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Thursday, September 16, 2010

You Say Srimp, I Say Shrimp. (And Then I Go Research the Issue.)

I'm always interested in the various ways people pronounce words. We don't get a lot of to-MAY-to vs. to-MAH-to disputes around here (it's more like to-MAY-to vs. mater), but one word I have always been curious about is the alternate pronunciation of shrimp. Instead of the sh- sound at the beginning, I have noticed that some people pronounce it srimp. Who's correct? And why don't these folks also pronounce shrub as srub?

I turned to the trusty Oxford English Dictionary, and as usual, it explained it all. There's one official way to pronounce ye olde shrimp, and it's with the sh sound at the beginning. So why do I keep hearing about srimp étouffée?

Apparently I am not the only one for whom this question is a burning issue, but my company is small. I could find only one article that addresses the mighty shrimp vs. srimp debate, from a December 1941 issue of American Speech. In it, the author, George Reese, quickly points out that a variation is not incorrect, but rather, he endeavors to find out the source of it. Apparently swapping out the sh- for a s- is common in many areas of England and dates back to the 13th century. In the United States, it's usually confined to the South and creeps up the Atlantic seaboard. Virginians seem especially fond of their srimp cocktails.

While Reese makes the claim that it's not incorrect to use this variation, he does quote at length from an 1856 text, Punctuation and Improprieties of Speech, which goes beyond the polite term "incorrect." Allow me to quote at length as well, because I find it hilarious:

"Sometimes the words shrink, shriek, shrine, &c., are pronounced as if written srink, sriek, srine, the letter h being entirely suppressed. This is the affected pronunciation of over-refined school girls, who cannot bring themselves to utter the homely English sound of sh when combined with an r, for fear apparently of distorting their faces. The utterance of this combination of sounds certainly does require a projection of the lips beyond what is beautiful, but still all good authority requires that these and similar words should have the full sound of the sh as in show, shine" (253).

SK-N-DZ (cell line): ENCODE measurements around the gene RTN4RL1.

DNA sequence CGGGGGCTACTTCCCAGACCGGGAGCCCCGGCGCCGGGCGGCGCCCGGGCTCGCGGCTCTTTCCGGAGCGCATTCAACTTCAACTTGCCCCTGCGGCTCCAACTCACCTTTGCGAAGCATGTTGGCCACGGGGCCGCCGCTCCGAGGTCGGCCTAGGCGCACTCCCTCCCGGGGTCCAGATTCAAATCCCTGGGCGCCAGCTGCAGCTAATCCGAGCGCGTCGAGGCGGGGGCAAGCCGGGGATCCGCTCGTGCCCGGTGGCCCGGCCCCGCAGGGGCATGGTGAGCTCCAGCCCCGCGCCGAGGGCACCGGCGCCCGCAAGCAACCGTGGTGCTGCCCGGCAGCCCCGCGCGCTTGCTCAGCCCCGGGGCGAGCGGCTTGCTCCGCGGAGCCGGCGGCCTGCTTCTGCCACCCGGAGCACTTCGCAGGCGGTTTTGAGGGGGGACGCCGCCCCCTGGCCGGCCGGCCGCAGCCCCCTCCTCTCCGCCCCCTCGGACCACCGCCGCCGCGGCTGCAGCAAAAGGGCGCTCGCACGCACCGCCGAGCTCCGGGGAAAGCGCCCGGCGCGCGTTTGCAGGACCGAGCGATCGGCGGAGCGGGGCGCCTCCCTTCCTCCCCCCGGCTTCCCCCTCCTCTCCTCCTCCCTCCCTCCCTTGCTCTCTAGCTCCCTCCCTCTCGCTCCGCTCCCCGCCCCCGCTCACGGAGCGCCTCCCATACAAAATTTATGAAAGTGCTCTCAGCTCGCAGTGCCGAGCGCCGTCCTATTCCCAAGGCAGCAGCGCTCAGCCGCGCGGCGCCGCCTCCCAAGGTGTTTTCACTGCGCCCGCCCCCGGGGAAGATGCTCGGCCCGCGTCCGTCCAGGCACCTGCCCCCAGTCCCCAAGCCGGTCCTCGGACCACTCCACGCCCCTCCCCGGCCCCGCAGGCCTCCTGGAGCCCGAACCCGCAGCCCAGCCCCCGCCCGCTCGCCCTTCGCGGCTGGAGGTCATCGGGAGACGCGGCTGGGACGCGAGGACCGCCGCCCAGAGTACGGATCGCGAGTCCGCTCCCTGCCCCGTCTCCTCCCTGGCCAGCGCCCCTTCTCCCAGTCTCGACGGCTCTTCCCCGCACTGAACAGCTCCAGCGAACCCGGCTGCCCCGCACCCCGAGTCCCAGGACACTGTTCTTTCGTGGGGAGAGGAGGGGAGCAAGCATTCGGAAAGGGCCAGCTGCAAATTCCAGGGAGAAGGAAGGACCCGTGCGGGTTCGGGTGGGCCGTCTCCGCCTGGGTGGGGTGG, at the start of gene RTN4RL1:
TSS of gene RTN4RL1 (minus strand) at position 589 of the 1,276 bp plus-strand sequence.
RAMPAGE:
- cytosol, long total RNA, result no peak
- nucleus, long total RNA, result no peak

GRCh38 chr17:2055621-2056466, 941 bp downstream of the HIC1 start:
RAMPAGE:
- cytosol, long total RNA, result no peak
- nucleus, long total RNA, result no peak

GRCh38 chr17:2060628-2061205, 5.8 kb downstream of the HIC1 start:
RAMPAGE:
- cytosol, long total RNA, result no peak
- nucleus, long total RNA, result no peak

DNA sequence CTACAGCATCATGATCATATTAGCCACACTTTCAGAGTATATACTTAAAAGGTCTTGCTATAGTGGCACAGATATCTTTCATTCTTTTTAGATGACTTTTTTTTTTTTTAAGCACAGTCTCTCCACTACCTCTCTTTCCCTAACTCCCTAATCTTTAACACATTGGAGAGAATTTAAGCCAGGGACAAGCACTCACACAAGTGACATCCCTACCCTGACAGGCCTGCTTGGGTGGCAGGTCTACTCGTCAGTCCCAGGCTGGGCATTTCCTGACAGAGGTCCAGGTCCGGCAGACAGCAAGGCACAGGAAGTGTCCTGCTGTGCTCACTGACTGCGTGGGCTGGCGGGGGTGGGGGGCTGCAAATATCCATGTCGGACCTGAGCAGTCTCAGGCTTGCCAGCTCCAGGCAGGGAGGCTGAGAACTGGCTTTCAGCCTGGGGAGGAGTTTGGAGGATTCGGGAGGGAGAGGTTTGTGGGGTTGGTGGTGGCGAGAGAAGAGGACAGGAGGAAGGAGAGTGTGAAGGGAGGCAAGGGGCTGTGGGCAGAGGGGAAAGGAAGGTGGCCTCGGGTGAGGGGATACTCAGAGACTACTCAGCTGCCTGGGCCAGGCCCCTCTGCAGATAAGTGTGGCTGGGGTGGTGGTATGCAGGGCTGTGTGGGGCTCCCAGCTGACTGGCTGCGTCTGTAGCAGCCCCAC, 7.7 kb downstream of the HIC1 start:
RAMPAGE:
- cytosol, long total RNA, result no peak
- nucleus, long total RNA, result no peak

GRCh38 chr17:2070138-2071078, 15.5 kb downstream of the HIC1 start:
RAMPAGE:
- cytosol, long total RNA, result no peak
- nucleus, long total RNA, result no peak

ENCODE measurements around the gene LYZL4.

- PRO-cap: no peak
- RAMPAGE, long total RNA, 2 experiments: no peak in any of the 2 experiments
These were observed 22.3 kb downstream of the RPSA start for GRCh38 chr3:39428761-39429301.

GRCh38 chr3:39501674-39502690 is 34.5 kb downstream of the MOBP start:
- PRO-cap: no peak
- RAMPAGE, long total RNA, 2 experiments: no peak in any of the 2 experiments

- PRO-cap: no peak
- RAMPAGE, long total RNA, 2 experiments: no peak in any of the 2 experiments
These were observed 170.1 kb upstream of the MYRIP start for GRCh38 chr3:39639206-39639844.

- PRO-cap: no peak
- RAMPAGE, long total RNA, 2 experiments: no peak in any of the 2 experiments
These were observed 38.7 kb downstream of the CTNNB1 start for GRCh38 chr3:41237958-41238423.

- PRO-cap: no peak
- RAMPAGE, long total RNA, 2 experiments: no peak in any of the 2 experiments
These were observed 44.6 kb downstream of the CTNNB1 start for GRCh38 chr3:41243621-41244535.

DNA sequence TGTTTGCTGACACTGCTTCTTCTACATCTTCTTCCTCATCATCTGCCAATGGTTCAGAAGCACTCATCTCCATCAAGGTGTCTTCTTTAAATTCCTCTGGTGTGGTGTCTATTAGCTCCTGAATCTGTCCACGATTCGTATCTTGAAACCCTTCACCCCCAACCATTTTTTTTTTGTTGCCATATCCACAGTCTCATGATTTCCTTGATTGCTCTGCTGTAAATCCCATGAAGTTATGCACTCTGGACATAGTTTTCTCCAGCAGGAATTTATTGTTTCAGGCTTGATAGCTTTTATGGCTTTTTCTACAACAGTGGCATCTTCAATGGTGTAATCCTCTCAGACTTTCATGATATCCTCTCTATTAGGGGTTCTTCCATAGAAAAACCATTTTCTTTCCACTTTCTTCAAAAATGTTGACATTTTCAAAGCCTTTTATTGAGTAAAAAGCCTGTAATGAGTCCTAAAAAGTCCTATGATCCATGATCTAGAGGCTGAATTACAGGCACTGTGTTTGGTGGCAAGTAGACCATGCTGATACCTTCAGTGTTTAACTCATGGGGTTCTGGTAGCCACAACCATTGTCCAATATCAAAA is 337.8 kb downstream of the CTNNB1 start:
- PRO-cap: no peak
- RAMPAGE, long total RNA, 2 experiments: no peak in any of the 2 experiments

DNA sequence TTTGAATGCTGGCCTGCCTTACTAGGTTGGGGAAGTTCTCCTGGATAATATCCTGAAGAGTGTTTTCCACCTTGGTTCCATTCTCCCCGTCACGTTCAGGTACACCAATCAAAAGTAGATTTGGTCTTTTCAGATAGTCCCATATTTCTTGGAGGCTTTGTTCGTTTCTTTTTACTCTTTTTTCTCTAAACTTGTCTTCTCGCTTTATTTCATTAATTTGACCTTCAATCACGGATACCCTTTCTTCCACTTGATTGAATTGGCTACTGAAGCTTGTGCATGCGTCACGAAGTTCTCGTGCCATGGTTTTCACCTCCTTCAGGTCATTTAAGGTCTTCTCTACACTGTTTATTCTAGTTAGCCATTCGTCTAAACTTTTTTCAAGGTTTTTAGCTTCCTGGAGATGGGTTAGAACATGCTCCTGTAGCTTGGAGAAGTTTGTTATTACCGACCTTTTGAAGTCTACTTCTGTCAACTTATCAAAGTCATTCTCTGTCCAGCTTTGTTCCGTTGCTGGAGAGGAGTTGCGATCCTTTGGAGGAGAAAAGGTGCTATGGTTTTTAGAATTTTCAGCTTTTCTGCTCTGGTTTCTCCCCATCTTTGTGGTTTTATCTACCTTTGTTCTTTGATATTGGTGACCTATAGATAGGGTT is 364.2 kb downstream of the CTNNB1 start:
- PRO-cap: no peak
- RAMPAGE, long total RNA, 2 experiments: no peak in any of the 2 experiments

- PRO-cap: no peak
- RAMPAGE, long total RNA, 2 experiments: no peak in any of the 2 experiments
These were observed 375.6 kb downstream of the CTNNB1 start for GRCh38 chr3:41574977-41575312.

Am I the only one who finds this a laugh riot? I'm imagining a bunch of 19th century schoolgirls huddling together and making fun of the brave girl who dares to extend her lips beyond what is beautiful in order to shriek, "Which one of you shrews placed a shriveled shrimp on my shroud?"

Reese, George H. "Pronunciation of 'Shrimp,' 'Shrub,' and Similar Words. American Speech. Vol. 16, No. 4 (Dec. 1941), pp. 251-255.


  1. Thanks! I heard "srimp" used when I was a waiter and always wondered about it. Your blog was greatly appreciated by this fellow wordnerd.

  2. Thank you! I am mocked by my teenage son who asks if I'd like sredded srimp and musroom pizza for dropping the h in shrimp. Love the article. Good laugh!!!!

  3. I'm so glad you wrote this! There's a TV ad currently running that uses the srimp pronunciation, and I was hoping someone had already investigated that quirk and written about it online.


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